We ended our Media + Architecture class early tonight (which unfortunately meant curtailing a really great discussion on architecture and film!) so that several of us — those of us who didn’t have 6:00 classes to attend — could trek uptown to the Bard Graduate Center to hear Lynn Spigel’s talk, “Media Walls: From Mid-Century Domesticity to Smart Home Environments.” We had read her Make Room for TV and discussed television and architecture last week.
[We arrived 10 minutes late — damn New School elevators, stupid A train! — so we missed the introduction.] Shortly after Spigel started showing some historical images this evening, I thought, ein minuten bitte! This looks familiar! Once I got home, a quick consultation of my still un-transcribed notes from last May’s ICA conference confirmed that, yes, I’d heard her give an earlier version of this talk last year in Boston! I was glad to hear tonight how her work has progressed.
For those students who couldn’t join us, I’ve promised to post my notes from the talk. My fellow note-taking attendees are welcome to amend these notes in the Comments section.
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Mark Weiser, the “father of ubiquitous computing,” believed that “the most profound technologies are those that disappear. They weave themselves into the fabric of everyday life until they are undistinguishable from it.” Spigel traces the disappearing technical object back to architecture — specifically to mid-century design. Architect/writer George Nelson, for instance, was a strong advocate for the disappearance of objects.
With Henry Wright, Nelson wrote Tomorrow’s House (1945), a book featuring sections on lighting and heating, living and dining rooms, sleeping and sound conditioning and storage (among others). Spigel noted that this book is also where he “invented” the term “family room” — a room that, as it was depicted in the book, allowed for separate gendered activities to happen simultaneously [full text of the book here].
Spigel then presented a selection of experimental, tech-infused houses (I don’t recall the specific argument she was making here):
- the plastic, modular Monsanto House of the Future at Disneyland (Monsanto was among Nelson’s clients; others included Abbott, Alcoa, BP, Ford, Gulf, IBM, General Electric, and Olivetti)
- The house featured Nelson’s famous coconut chair
- the 1939 World’s Fair’s House of Tomorrow
Tomorrow’s House also introduced the storagewall, a unit that would make objects disappear. Such a device was necessitated, Spigel proposes, by three converging trends: (1) the shrinking size of modern homes; (2) the decreasing number of domestic servants; and (3) the increase in the amount of “stuff” (my term) in the home — all of which contributed to clutter.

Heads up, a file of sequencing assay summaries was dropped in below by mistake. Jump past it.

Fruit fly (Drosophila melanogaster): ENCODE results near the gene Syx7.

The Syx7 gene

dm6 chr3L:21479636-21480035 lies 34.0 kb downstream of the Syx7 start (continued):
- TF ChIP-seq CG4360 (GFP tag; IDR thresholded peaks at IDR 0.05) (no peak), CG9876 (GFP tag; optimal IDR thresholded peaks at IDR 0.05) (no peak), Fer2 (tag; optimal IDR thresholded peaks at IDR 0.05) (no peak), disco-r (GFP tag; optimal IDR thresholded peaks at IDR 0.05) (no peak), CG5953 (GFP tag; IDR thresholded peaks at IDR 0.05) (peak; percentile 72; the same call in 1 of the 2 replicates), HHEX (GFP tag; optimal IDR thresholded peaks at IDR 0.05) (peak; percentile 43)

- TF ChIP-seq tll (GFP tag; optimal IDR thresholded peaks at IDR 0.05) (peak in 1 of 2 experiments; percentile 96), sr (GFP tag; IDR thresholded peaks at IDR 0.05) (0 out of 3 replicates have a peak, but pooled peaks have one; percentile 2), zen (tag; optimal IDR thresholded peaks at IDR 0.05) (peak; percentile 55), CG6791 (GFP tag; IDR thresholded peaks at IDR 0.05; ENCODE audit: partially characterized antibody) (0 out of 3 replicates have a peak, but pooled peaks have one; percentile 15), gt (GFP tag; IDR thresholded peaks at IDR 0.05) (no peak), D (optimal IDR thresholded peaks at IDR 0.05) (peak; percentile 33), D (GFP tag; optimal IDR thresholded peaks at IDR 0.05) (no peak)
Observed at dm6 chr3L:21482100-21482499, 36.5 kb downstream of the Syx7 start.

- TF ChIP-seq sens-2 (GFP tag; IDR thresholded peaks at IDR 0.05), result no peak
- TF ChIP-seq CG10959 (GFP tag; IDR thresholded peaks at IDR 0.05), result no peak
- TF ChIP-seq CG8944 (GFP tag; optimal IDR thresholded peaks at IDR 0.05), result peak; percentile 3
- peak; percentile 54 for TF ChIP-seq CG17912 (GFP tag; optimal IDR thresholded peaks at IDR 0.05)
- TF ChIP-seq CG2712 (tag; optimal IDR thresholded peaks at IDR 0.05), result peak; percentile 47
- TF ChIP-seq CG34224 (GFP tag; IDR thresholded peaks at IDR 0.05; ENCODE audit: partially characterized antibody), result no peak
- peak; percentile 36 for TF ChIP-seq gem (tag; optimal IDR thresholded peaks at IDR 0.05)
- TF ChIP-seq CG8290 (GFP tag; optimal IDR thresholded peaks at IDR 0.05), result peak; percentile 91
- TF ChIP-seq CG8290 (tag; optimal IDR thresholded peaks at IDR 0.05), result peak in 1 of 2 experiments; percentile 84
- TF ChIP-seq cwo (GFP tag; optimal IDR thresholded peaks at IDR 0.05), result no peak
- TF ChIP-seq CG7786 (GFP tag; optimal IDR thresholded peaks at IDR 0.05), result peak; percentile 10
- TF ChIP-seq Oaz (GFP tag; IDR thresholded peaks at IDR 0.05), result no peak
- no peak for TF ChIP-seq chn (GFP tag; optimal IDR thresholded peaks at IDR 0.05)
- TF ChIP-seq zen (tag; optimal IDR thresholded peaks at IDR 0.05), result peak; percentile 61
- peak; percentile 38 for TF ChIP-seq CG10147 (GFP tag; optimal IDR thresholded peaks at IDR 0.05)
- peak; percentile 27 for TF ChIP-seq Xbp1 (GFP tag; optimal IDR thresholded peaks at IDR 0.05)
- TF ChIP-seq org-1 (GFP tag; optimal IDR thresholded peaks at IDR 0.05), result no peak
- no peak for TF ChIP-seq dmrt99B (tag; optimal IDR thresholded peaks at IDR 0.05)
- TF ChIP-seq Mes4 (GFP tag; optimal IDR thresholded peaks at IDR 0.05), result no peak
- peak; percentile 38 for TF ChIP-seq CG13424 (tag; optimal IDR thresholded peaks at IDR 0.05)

The cluttered home was, at the time, a target for social reformers; Spigel cites the Hoover administration’s cleanliness campaigns and the 1922 Better Homes in America campaign. We should take note of how the problem of clutter was gendered (see the image below).
According to Spigel, Nelson was particularly interested in addressing the mess that media — radio and television sets (the “horrible eye”), for example — created. He wasn’t a fan of the ornate cabinetry — much of which was in the ghastly Chippendale style — that had been developed to house these new media as they entered the home (Spigel talks about this in Make Room for TV).
[Spigel showed a fantastic image of the storagewall from MoMA’s 1949 “Modern Art in Your Life” exhibition; I can’t find it online, so the image above will have to suffice.]
The storagewall was modular, and, because it was intended to work as a room divider, it was accessible on both sides. Nelson explained that it made more efficient use of the otherwise-wasted space between the home’s interior walls.
Tomorrow’s House presented the storagewall as “the key to the imagination of the home as a media space“; it contained modules for the radio, record player, speakers, television, phone, print media, and writing implements, and featured a fold-out desk. In the image above (two above, actually), in the blonde wood section to the left, above the open drawer, we see a module with a round portal; this section housed the radio, and that circle’s the speaker. The storagewall imposed an order on these technologies and structured functional relationships among them. It fashioned domestic media — both “old” and “new,” both media of reception (e.g., TV and radio) and production (e.g, pens and paper for writing letters) — into a “media network” that Spigel likens to a “makeshift computer” (more on this later).